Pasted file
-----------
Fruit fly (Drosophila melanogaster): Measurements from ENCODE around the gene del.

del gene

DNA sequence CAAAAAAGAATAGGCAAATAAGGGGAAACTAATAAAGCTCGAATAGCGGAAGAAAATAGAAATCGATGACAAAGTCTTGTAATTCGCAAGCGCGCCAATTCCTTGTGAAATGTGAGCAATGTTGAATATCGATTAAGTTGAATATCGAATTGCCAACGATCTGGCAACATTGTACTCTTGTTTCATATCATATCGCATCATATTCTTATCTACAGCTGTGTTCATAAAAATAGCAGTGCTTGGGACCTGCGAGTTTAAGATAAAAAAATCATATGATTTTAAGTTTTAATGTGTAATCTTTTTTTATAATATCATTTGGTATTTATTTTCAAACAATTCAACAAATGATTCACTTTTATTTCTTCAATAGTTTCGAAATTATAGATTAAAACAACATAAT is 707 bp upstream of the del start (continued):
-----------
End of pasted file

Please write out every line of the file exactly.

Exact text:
Fruit fly (Drosophila melanogaster): Measurements from ENCODE around the gene del.

del gene

DNA sequence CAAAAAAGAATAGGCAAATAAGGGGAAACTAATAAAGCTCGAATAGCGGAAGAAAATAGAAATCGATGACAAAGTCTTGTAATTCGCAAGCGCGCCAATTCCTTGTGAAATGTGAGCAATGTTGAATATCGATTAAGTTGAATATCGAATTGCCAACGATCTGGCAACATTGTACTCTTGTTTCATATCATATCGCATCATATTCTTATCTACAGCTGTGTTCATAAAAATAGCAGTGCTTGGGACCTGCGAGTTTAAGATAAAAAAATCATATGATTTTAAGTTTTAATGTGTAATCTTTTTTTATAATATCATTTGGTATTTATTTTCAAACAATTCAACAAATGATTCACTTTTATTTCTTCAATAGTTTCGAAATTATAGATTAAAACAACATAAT is 707 bp upstream of the del start (continued):